Mon-Thu, 11:30am-10pm; Fri, 11:30am-11pm; Sa, 11am-11pm; Su, 11am-9:30pm
2, 3 at 125th St.
American Express, MasterCard, Visa
Marcus Samuelsson's culinary love letter to Harlem gets plenty of attention as a restaurant, but architecturally speaking, that's only half the story: walk into the loft-like room and you're definitely in a drinking establishment. The front of the room is anchored on an undulating, zinc-topped, mahogany-striped bar at which locals and Top Chef Masters fans alike cluster three deep, separated from the sit-down dinner crowd by a glassy room divider filled with decorative ephemera and vats of house-infused liquors. The space has the sort of convivial watering-hole vibe that turns one-time visitors into regulars, with drinks that play up Red Rooster's pan-Harlem shtick: The Apollo, named for the famous theater around the corner, is an herbaceous gin drink with egg white foam; the Brownstoner, a smartly tweaked Manhattan, pairs nutmeg-infused bourbon with cherry heering and St. Germain. The beer list is tightly edited and decidedly quirky — is there anywhere else you can get both Keegan's Mother's Milk and Prohibition Ale on tap? — but there's at least as much variety to be found on the bar menu, which works through the comfort foods of seemingly all of Harlem's subcultures: mini Jamaican beef patties, dirty rice with shrimp, Latin-inspired yellowtail sashimi tacos, and the excellent, simply-titled Chicken & Egg: a tangy version of Ethiopian duro wat, topped with a fried egg and served with spongy, sour inerja bread for sopping up. In a culture clash perfectly in line with Samuelsson's intentions, it's surprisingly great washed down with the very L.A.-style Gin & Juice martini: Hendrick’s, citrus, bitters, and orange marmalade. Laid back.Flights of Fancy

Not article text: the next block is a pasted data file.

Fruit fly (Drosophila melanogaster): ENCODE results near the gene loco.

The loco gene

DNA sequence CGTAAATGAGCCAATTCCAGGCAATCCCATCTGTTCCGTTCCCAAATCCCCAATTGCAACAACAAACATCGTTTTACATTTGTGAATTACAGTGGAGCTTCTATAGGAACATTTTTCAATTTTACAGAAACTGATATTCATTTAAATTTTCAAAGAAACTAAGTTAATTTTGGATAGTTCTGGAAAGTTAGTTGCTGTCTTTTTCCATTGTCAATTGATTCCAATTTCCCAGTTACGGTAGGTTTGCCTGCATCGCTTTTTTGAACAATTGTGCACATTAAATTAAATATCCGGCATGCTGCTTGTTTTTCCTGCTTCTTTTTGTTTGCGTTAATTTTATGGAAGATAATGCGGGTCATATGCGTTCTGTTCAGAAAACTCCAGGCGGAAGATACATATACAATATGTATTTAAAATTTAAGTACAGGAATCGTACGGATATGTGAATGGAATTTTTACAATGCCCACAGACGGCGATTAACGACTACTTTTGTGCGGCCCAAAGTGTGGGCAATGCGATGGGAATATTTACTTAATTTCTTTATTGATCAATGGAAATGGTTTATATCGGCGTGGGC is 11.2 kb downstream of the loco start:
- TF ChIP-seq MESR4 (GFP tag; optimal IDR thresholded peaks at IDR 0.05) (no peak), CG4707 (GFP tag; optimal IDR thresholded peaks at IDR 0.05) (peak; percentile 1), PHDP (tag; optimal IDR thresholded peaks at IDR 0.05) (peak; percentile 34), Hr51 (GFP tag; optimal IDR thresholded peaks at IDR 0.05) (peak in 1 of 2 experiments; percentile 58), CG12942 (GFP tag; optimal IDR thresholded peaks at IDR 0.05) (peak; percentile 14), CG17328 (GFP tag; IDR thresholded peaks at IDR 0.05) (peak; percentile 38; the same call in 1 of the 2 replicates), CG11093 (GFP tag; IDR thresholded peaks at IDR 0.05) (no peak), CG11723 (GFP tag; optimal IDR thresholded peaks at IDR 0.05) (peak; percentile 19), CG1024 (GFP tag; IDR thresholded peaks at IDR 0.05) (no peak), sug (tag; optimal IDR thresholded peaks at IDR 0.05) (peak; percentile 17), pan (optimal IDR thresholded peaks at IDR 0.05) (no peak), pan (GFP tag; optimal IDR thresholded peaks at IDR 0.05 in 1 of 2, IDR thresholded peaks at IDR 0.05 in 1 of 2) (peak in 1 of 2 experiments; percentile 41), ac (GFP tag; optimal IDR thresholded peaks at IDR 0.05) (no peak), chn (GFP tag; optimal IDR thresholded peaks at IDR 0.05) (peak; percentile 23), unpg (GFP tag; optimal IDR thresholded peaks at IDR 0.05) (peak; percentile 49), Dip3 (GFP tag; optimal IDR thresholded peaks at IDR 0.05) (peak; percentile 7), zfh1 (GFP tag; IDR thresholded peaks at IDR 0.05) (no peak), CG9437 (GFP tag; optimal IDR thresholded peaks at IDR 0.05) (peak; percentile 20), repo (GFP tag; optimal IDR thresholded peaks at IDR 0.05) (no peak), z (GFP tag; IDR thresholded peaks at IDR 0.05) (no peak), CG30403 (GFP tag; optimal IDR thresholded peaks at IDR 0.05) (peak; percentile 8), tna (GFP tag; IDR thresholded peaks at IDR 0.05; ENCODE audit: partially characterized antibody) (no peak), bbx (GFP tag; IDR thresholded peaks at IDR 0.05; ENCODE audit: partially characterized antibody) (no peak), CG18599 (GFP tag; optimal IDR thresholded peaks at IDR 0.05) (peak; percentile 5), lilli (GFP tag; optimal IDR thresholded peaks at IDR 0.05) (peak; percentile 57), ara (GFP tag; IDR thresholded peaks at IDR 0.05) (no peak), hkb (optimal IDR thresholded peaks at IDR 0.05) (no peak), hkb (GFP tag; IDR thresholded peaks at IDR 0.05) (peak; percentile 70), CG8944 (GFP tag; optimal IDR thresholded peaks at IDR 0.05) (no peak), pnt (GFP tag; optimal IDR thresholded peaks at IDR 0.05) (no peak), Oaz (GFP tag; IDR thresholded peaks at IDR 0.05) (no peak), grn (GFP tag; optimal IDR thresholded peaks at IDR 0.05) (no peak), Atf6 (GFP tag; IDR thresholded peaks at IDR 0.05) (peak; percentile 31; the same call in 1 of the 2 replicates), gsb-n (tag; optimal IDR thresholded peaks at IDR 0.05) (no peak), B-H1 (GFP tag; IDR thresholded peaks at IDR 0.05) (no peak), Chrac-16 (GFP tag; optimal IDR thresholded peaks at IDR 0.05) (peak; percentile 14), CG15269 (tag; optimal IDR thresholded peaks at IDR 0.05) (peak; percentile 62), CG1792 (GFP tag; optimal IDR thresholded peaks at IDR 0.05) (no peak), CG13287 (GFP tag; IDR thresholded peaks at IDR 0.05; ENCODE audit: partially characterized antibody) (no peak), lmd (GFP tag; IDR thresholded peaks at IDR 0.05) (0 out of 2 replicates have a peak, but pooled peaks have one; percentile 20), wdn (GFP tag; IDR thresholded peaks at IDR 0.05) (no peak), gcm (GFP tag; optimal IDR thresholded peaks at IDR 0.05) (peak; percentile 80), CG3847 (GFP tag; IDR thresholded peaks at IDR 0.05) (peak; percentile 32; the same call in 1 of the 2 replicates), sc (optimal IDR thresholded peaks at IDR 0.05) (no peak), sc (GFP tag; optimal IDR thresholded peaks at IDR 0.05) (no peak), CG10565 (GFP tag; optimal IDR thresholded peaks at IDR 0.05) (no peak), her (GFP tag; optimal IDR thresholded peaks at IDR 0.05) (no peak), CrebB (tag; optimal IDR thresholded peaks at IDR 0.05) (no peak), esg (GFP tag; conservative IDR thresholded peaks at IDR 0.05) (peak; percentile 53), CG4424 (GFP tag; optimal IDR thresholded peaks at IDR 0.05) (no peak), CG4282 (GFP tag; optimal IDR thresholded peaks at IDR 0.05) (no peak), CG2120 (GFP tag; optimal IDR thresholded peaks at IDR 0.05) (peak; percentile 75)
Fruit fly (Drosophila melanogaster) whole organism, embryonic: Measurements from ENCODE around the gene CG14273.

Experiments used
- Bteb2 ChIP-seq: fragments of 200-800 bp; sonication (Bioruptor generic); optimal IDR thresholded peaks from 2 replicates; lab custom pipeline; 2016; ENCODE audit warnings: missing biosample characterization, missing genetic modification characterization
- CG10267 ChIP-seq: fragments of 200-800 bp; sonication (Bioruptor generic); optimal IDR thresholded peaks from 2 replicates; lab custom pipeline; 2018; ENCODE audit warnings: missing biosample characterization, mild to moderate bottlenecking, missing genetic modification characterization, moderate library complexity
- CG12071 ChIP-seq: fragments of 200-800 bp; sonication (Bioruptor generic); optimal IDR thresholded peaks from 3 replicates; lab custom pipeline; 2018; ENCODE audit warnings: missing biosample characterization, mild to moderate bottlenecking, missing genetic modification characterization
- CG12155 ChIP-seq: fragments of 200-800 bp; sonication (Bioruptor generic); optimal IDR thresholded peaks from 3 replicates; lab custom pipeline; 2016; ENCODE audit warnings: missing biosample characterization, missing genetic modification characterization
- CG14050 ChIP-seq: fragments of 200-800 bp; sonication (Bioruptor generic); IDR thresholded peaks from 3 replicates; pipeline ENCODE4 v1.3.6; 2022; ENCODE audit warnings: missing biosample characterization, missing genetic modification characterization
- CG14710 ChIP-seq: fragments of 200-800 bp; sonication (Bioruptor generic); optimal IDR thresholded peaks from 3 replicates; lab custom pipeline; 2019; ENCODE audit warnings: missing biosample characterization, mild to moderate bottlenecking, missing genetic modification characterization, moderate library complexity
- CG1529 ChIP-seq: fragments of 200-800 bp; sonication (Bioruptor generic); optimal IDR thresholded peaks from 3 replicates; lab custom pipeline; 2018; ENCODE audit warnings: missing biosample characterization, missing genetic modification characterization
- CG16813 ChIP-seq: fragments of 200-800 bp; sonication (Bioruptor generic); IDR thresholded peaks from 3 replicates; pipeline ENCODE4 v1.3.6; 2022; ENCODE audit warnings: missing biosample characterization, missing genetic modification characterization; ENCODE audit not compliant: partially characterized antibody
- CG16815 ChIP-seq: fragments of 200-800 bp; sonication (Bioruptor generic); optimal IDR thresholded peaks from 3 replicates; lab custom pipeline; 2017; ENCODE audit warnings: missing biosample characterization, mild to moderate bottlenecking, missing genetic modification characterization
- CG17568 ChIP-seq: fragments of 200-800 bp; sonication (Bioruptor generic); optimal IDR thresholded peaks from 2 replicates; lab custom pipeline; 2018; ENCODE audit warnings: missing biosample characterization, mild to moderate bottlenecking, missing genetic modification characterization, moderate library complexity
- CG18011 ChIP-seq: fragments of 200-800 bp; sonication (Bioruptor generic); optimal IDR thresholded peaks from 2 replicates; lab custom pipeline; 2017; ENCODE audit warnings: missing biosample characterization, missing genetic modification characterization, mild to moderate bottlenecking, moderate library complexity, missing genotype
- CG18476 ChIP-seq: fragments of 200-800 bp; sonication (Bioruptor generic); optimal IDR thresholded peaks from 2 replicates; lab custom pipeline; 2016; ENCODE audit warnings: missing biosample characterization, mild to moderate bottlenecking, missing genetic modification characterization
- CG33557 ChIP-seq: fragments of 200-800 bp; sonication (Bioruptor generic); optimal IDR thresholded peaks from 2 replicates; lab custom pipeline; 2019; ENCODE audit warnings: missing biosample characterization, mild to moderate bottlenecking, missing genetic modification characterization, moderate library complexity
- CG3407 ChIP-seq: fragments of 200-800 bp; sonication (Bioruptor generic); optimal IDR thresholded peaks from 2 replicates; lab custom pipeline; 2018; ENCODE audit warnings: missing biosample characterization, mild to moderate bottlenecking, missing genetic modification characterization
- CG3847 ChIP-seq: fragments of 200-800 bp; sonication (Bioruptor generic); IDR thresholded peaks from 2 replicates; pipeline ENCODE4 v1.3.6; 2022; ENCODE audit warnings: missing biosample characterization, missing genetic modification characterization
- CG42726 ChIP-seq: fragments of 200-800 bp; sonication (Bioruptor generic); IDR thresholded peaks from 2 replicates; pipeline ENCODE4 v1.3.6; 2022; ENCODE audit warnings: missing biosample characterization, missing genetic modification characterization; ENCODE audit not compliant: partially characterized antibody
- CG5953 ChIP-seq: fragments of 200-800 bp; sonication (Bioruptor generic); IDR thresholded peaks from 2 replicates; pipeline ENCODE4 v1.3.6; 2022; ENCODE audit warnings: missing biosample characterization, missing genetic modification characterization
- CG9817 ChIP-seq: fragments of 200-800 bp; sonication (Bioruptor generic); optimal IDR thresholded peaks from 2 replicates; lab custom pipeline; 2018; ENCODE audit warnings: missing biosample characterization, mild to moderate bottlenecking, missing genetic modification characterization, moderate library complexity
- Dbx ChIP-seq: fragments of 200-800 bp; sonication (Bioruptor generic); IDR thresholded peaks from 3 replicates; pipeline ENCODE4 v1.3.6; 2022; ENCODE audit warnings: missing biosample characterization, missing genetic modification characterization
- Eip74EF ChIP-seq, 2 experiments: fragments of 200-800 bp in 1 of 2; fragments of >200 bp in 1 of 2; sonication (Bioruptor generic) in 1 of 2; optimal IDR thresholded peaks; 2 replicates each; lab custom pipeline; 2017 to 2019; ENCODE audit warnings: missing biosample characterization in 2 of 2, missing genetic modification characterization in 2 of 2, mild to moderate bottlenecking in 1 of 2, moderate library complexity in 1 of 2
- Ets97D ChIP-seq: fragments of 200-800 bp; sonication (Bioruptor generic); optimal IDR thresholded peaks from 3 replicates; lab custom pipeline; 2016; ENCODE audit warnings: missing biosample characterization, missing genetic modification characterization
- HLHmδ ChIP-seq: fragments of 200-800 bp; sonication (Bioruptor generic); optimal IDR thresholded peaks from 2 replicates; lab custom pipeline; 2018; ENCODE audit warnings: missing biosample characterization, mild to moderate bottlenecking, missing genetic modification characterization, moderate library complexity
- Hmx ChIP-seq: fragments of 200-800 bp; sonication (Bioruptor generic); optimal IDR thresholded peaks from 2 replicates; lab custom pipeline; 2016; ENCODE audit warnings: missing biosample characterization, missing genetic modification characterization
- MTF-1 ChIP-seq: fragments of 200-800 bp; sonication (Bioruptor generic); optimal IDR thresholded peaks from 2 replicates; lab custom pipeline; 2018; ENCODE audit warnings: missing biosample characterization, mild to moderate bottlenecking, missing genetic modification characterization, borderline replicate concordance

Curious about any of the strange brews on tap? A flight of any three four-ounce tastes is $9.
Picnics with a view, roller-skating nostalgia, and a party for gay headbangers.